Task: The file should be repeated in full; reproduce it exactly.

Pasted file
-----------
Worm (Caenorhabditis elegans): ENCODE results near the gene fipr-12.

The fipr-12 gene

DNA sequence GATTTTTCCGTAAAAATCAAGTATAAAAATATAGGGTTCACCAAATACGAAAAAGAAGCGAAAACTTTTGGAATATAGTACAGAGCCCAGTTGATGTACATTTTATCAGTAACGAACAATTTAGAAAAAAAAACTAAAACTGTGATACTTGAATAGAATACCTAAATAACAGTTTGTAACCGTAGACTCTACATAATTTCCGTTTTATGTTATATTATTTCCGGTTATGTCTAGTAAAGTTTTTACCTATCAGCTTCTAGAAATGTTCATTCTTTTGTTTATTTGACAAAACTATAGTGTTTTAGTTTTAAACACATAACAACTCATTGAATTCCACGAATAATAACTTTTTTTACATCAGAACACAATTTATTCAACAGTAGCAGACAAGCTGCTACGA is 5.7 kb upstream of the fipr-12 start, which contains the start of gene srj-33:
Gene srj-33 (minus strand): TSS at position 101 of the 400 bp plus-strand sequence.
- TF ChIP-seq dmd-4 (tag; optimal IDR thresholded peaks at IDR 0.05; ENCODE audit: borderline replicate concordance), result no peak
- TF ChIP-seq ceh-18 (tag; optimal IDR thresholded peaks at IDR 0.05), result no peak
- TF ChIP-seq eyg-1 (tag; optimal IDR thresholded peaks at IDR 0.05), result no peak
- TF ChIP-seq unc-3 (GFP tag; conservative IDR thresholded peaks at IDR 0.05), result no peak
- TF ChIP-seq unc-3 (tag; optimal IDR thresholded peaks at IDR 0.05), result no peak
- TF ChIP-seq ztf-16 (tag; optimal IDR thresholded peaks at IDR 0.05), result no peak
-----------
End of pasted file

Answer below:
Worm (Caenorhabditis elegans): ENCODE results near the gene fipr-12.

The fipr-12 gene

DNA sequence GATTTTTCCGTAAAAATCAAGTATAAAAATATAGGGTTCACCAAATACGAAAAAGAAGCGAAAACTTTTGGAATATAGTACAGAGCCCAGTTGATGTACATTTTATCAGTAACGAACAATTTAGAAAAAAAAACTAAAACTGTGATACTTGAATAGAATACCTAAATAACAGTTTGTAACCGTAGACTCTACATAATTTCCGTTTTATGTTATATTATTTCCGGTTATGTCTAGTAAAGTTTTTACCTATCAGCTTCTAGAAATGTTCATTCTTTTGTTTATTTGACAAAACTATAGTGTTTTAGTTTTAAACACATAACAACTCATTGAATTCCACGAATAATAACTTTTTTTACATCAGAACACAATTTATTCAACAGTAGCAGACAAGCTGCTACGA is 5.7 kb upstream of the fipr-12 start, which contains the start of gene srj-33:
Gene srj-33 (minus strand): TSS at position 101 of the 400 bp plus-strand sequence.
- TF ChIP-seq dmd-4 (tag; optimal IDR thresholded peaks at IDR 0.05; ENCODE audit: borderline replicate concordance), result no peak
- TF ChIP-seq ceh-18 (tag; optimal IDR thresholded peaks at IDR 0.05), result no peak
- TF ChIP-seq eyg-1 (tag; optimal IDR thresholded peaks at IDR 0.05), result no peak
- TF ChIP-seq unc-3 (GFP tag; conservative IDR thresholded peaks at IDR 0.05), result no peak
- TF ChIP-seq unc-3 (tag; optimal IDR thresholded peaks at IDR 0.05), result no peak
- TF ChIP-seq ztf-16 (tag; optimal IDR thresholded peaks at IDR 0.05), result no peak